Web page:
PHOENIX — Maricopa County Sheriff Joe Arpaio was dealt a heavy blow when a
federal judge imposed a long list of restrictions on his trademark immigration
patrols, crimping his years-long crackdown on people who are in the country
illegally but not forbidding him altogether from enforcing the state’s
A judge ruled on Friday that Arpaio’s office has systematically singled out
Latinos in its immigration patrols and that sheriff’s deputies unreasonably
prolonged the detentions of people who were pulled over, marking the first
finding by a court that the agency racially profiles people. U.S. District
Judge Murray Snow has forbidden the sheriff’s office from using race as a factor
in deciding whether to stop a vehicle with a Latino occupant and from detaining
or arresting vehicle passengers who are Latino on only the suspicion that they
are in the country illegally.
Cecillia Wang, an American Civil Liberties Union lawyer who was part of the
team that pressed the case against the sheriff, said Arpaio can still enforce
state immigration laws, but he can’t do it in the racially discriminatory way
his officers have used in the past.
Sheriff’s deputies patrolling freeways in metro Phoenix can still pull over an
obvious smuggling vehicle that is packed with immigrants, but his officers can’t
detain and arrest Latinos only because they are believed to be in the country
illegally, Wang said. “The sheriff needs to wake up to the fact that he can’t
violate people’s rights,” Wang said.
Arpaio’s office had no immediate comment Tuesday, and his attorney, Tim Casey,
didn’t immediately respond to a call from The Associated Press. Casey said last
week that an appeal was planned within the next 30 days.
Republican state Sen. Al Melvin of Tucson defended Arpaio on Tuesday after
Democratic Sen. Steve Gallardo of Phoenix, a longtime Arpaio critic, chastised
Gov. Jan Brewer and other lawmakers on the Arizona Senate floor for remaining
silent on Arpaio’s tactics. “I am confident that in the end he will be proven
not guilty on these charges of racial profiling,” Melvin said. “We don’t want
racial profiling, and I believe he is not guilty of that.”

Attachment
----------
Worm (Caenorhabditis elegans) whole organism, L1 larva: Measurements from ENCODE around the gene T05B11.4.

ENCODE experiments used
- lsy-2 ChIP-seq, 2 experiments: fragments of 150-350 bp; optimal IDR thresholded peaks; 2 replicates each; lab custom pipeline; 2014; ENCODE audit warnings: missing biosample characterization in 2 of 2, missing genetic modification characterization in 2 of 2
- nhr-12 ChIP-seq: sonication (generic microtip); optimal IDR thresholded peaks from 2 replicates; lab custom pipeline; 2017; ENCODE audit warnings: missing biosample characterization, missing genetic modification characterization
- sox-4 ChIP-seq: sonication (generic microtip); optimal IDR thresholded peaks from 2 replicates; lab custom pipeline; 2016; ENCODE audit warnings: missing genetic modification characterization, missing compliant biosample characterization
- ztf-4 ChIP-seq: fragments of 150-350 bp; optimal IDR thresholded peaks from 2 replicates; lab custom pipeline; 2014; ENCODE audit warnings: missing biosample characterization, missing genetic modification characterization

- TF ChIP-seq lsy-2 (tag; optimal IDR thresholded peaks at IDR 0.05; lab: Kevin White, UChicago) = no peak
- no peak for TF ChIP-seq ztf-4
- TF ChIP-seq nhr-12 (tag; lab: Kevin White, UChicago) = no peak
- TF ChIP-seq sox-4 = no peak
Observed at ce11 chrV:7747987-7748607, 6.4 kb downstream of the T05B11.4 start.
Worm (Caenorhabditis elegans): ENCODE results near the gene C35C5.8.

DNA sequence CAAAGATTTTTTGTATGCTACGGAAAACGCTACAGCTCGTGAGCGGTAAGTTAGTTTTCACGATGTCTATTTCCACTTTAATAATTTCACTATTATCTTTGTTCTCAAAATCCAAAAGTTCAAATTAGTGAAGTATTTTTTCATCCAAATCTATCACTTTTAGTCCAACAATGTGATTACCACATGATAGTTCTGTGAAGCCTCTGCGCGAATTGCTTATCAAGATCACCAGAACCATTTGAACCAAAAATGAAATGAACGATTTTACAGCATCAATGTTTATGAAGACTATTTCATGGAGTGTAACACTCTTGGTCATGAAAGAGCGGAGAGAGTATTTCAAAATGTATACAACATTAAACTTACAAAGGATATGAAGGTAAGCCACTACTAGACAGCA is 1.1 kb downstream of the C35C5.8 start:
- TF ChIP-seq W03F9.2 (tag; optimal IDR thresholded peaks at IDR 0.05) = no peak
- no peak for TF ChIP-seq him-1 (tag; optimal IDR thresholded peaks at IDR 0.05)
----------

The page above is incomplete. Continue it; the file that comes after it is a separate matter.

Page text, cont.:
A group seeking a recall election against Arpaio said the ruling has drawn out
more supporters for their cause. The group faces a Thursday afternoon deadline
for turning in more than 335,000 valid voter signatures needed to force a recall
election against the sheriff. “This is the vindication they were looking for,”
said recall organizer Lilia Alvarez.
Recall organizers haven’t attracted deep-pocketed donors and instead are
relying on volunteers rather than paid professionals to sign up supporters. They
face tough odds in getting enough signatures to force an election.
Friday’s ruling, which was made in a lawsuit filed by a handful of Latinos,
served as a precursor to a lawsuit by the U.S. Justice Department, which also
alleges racial profiling in Arpaio’s immigration patrols. The Department of
Justice, however, alleges broader civil rights violations, such as allegations
that Arpaio’s office retaliates against its critics and punishes Latino jail
inmates with limited English skills for speaking Spanish.
David A. Harris, a law professor at the University of Pittsburgh who studies
racial profiling and wrote a book on the subject, said the judge presiding over
the Department of Justice case isn’t bound by Friday’s decision and that the
racial profiling allegations and evidence could differ between both cases.
Still, the latest decision will loom large for participants in the Department
of Justice case.
“It will likely go into the minds of the lawyers in whatever evidence they
decide to present,” Harris said.